:: Title :: Interview with Johnny St. Cyr about the take-over of jazz by whites
:: Genre :: interview, spoken
:: Performers & Instruments ::
Lomax, Alan
St. Cyr, John A. (Johnny) [vocal]
:: Setting :: At the home of Johnny St. Cyr
:: Location :: New Orleans (Orleans Parish), Louisiana (United States)
:: Language :: English
:: Culture :: Southern U.S., African American, New Orleans
:: Session :: Johnny St. Cyr 4/49
:: Date :: 4/2/1949
:: Reference Information :: T999.0, Track 8 (00:10:23)
:: Original Format :: Reel to Reel
:: Session Notes ::
1 - Interviews with guitarist and banjo player Johnny St. Cyr (1889-1966). St. Cyr was best known for his work on Louis Armstrong?s Hot Seven and Hot Five sessions. He played in the National, Tuxedo, and Magnolia orchestras, accompanied Fate Marable on the S.S. Capitol riverboat and Armand John (A. J.) Piron, and, in Chicago, was a member of King Oliver?s band and Jelly Roll Morton?s Red Hot Peppers. The last five years of his life he spent as bandleader of the Young Men From New Orleans at Disneyland in Los Angeles. [Source: Editor]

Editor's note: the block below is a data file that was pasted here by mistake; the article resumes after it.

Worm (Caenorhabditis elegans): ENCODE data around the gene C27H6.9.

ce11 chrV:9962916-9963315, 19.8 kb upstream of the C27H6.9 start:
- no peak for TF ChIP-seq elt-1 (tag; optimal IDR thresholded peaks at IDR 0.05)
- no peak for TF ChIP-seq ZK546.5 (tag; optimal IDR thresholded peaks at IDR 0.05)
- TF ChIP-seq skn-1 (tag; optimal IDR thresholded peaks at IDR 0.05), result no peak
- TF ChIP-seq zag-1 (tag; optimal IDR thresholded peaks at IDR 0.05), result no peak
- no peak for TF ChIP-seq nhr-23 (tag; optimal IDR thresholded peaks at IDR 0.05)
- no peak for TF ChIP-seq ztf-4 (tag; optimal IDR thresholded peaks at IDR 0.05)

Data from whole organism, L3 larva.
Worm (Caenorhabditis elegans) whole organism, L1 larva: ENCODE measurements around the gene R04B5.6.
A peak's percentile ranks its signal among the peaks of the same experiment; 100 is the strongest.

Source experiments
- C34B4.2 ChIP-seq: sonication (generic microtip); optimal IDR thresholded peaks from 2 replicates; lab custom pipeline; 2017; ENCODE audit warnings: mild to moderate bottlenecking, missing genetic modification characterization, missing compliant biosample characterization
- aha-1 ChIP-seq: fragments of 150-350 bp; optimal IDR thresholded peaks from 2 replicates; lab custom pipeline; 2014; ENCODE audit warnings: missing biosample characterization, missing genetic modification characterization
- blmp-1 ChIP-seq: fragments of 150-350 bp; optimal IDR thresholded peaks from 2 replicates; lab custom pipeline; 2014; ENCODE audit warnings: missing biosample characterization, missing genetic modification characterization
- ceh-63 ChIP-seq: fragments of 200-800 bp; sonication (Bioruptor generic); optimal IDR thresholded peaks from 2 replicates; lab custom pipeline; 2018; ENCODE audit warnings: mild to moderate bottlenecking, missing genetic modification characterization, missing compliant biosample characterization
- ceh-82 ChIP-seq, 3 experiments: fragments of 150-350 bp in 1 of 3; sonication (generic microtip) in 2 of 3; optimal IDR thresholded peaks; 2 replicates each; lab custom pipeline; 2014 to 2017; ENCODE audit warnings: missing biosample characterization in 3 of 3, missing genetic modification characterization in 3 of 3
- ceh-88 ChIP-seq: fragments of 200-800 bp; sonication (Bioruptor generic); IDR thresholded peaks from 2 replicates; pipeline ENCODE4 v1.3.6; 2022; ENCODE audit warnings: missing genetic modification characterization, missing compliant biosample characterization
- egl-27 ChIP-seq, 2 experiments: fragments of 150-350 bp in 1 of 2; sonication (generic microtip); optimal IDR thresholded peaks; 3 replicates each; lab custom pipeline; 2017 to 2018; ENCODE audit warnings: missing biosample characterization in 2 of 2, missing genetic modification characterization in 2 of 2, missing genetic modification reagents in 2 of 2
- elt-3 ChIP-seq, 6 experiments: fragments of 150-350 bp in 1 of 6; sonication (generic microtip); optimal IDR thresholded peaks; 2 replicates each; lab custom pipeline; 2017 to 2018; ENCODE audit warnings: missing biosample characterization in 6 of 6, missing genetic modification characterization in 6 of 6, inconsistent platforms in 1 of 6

:: Recording Notes ::
0 - Lomax asks St. Cyr about 'Negroes getting edged out of music business.' Johnny recalls A. J. Piron's hustling of a black band at a country club, suggesting it as an example of white promoters becoming wary of black talent and replacing them with whites. Lomax is especially interested in what happened in Chicago, but St. Cyr - who says he got to Chicago in 1923 and stayed till 1929 - thinks it was more of an age issue than one of race. 'All the bands got youth conscious,' and audiences became tired of seeing the same old faces. St. Cyr also tells a funny story of a 'scrappin' fool' on board a Streckfus boat. [Source: Editor]
:: Collection :: New Orleans Jazz Interviews 1949



© Association for Cultural Equity | Contact | Rights